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Thing is though Pete, a tablet isn't more reliable, and there are no field serviceable parts so if something does go then you've lost the lot, at least with a PC type setup, if a video card or a power supply goes south, you can rip it out and replace it relatively easily. I did some searching on 12v powered fanless PCs and actually there are quite a few out there and at surprisingly low cost too.
With regards to running Ubuntu on a tablet, pick a flavour of tablet really. Certainly if you are looking at the Android/WebOS type devices, you can't install Ubuntu as you would on a computer, it just runs on top of the existing OS, if you have a Windoze based tablet then it's just a PC that happens to be in a small case and therefore I see no reason you couldn't install the OS properly. As far as I know there isn't a "list" as such, you have to do some legwork with Google and look for specific tablets to see what people have done with them, or read through endless forums and try to follow multipage discussions with search engines that seemingly return everything except what you're looking for (sound familiar? )
Thanks. I can't consider a desktop given the power consumption. Basically, I'm trying to create an inexpensive chartplotter. If by chance it fails, I'll make do with my Garmin 441s. It's adequate, but the small screen is a limitation and I don't want to invest the big bucks to buy a chartplotter with a large screen. I do like the idea of a fanless, low power computer, but the problem is finding the low power display and figuring how to deal with keyboard and mouse. The whole idea of the tablet is to eliminate keyboard and mouse and free up the horizontal surface. Currently I use a Dell laptop to run OpenCPN. The Dell does a fine job of running OpenCPN, but I'd rather free up the horizontal space and mount something on the bulkhead out of harms way. The laptop would be used at anchor for traditional laptop kind of things eg, email, browsing, etc. I have started the googling you speak of and as you say, the returns cover the gambit. The closest tablet I've found so far is a used Motion Computing LE1600 (http://www.motioncomputing.com/resou...pec_US_web.pdf) which can be had for < $250 and runs Windows XP (or Ubuntu). A really intriguing possibility for <$300 is the new HP Touchpad. Hackers have figured out how to install Ubuntu in a separate partition alongside webOS. In the new arena with no hacking required, the Acer ICONIA Tab W500 is nice, but costs about $500 and has many features that are overkill for this application.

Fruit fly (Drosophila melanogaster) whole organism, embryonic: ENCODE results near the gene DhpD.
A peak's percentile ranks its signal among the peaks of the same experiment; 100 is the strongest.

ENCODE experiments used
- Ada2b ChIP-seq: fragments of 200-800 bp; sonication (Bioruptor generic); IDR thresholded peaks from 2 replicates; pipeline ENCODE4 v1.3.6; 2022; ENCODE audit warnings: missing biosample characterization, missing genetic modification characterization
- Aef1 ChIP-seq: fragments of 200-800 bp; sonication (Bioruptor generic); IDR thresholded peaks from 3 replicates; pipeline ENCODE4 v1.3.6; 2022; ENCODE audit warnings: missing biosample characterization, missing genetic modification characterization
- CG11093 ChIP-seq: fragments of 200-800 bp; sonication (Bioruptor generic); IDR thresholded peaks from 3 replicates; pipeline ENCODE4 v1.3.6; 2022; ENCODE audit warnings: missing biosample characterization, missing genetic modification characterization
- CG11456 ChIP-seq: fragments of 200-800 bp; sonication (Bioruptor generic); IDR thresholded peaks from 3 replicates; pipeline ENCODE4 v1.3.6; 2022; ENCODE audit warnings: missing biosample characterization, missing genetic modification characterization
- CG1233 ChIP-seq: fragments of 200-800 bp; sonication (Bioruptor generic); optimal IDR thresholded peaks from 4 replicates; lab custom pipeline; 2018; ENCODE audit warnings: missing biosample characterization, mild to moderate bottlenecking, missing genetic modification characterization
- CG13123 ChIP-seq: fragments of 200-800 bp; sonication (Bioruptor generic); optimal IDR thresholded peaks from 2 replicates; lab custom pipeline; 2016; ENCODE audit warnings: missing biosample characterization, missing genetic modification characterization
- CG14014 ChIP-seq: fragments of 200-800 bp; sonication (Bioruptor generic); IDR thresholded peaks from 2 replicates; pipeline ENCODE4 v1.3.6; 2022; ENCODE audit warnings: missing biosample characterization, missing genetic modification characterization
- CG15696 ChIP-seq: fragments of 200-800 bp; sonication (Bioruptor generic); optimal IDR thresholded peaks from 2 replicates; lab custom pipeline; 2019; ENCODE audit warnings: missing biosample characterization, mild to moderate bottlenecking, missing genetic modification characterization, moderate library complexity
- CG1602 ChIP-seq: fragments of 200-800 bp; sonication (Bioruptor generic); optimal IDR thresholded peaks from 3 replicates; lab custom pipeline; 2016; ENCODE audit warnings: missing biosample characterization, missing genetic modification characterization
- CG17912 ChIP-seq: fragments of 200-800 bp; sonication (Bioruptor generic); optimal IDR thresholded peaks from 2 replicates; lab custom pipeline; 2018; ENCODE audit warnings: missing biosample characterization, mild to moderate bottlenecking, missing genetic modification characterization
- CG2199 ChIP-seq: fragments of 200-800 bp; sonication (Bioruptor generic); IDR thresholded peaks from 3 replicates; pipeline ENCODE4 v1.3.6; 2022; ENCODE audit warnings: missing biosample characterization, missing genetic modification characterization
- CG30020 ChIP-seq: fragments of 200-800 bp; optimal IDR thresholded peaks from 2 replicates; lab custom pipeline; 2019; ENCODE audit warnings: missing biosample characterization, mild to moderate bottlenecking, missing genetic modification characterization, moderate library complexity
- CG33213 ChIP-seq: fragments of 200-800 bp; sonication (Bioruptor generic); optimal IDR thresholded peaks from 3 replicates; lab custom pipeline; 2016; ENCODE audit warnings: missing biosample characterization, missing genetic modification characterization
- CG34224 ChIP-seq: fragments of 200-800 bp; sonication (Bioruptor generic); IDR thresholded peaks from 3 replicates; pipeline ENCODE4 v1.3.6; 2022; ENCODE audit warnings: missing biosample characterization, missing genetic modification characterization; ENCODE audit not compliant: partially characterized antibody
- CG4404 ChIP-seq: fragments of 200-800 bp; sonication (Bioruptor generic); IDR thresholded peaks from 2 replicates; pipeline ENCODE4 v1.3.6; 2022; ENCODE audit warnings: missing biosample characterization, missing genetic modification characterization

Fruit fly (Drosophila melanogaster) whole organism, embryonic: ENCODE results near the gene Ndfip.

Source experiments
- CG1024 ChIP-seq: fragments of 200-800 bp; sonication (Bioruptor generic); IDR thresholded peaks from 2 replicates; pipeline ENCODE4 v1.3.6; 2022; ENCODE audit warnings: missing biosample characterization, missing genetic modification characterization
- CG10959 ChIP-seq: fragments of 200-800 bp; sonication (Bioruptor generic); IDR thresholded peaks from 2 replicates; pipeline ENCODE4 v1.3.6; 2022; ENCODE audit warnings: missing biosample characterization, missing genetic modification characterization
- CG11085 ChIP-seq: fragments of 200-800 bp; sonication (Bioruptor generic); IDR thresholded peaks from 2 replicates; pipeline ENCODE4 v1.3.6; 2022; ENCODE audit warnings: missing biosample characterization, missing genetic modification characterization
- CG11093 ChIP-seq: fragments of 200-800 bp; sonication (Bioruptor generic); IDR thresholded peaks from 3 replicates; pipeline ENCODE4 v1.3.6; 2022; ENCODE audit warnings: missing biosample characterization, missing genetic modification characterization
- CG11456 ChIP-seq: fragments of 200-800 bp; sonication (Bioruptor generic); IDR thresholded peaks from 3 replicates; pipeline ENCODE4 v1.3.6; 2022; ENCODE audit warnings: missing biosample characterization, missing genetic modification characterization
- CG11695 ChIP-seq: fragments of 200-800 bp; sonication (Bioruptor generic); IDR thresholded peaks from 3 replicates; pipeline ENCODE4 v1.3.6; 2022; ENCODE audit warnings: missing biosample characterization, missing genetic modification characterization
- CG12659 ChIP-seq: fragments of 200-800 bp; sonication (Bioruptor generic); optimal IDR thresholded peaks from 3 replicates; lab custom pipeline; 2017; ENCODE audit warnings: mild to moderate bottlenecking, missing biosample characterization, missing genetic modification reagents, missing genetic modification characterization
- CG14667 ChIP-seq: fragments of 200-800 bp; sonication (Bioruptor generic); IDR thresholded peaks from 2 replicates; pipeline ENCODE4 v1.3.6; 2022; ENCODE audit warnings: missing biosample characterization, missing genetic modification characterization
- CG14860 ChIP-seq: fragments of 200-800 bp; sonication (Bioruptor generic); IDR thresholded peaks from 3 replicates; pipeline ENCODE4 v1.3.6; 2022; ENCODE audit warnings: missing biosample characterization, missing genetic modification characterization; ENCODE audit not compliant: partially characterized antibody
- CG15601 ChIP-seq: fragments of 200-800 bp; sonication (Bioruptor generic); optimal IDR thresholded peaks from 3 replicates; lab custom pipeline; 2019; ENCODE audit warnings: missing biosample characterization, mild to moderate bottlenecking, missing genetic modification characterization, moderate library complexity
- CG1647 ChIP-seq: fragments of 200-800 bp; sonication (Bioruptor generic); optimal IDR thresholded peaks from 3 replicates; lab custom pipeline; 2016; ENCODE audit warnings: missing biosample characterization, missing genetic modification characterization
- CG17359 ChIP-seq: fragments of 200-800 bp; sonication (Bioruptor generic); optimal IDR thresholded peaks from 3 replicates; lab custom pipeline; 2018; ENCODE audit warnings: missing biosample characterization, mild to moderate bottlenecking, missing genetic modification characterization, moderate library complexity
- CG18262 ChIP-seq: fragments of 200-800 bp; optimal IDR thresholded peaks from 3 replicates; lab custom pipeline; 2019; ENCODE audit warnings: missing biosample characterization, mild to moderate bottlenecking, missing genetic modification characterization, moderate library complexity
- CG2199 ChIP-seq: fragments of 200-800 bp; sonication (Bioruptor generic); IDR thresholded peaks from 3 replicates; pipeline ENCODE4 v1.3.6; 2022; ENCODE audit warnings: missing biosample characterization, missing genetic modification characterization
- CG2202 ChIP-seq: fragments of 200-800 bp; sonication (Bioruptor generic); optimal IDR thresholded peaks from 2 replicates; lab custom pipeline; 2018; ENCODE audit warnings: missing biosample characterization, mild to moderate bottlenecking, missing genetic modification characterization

As an aside, I favor open source software. This is one of the reasons why, all things being equal, I prefer Ubuntu and OpenCPN. That combination would be truly awesome.
Pete

Last edited by prroots; 08-25-2011 at 09:06 AM.
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post #29 of 124 Old 08-25-2011
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You know, it's the price limit that's affecting you most. It sounds like you need a convertible tablet/pc, but I don't think they've been out long enough to find a used one for under $300. I know that Lenovo makes a new one for around $1100.00, and I think it's only been out for a year. It might be time to think about increasing your budget.
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post #30 of 124 Old 08-25-2011 Thread Starter
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You know, it's the price limit that's affecting you most. It sounds like you need a convertible tablet/pc, but I don't think they've been out long enough to find a used one for under $300. I know that Lenovo makes a new one for around $1100.00, and I think it's only been out for a year. It might be time to think about increasing your budget.
Thanks. Basically, I'm looking for a tablet that in the router world is the equivalent of the Linksys wrt54g. That router is now very old, but has a life of its own due to the availability of free 3rd parties firmware with features only available in $600 routers (http://lifehacker.com/software/top/h...ter-178132.php)! As mentioned elsewhere, the performance requirements of this application are not demanding and many of the features being offered in new tablets are gross overkill for this application since I would dedicate the tablet to navigation.
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Last edited by prroots; 08-25-2011 at 09:44 AM.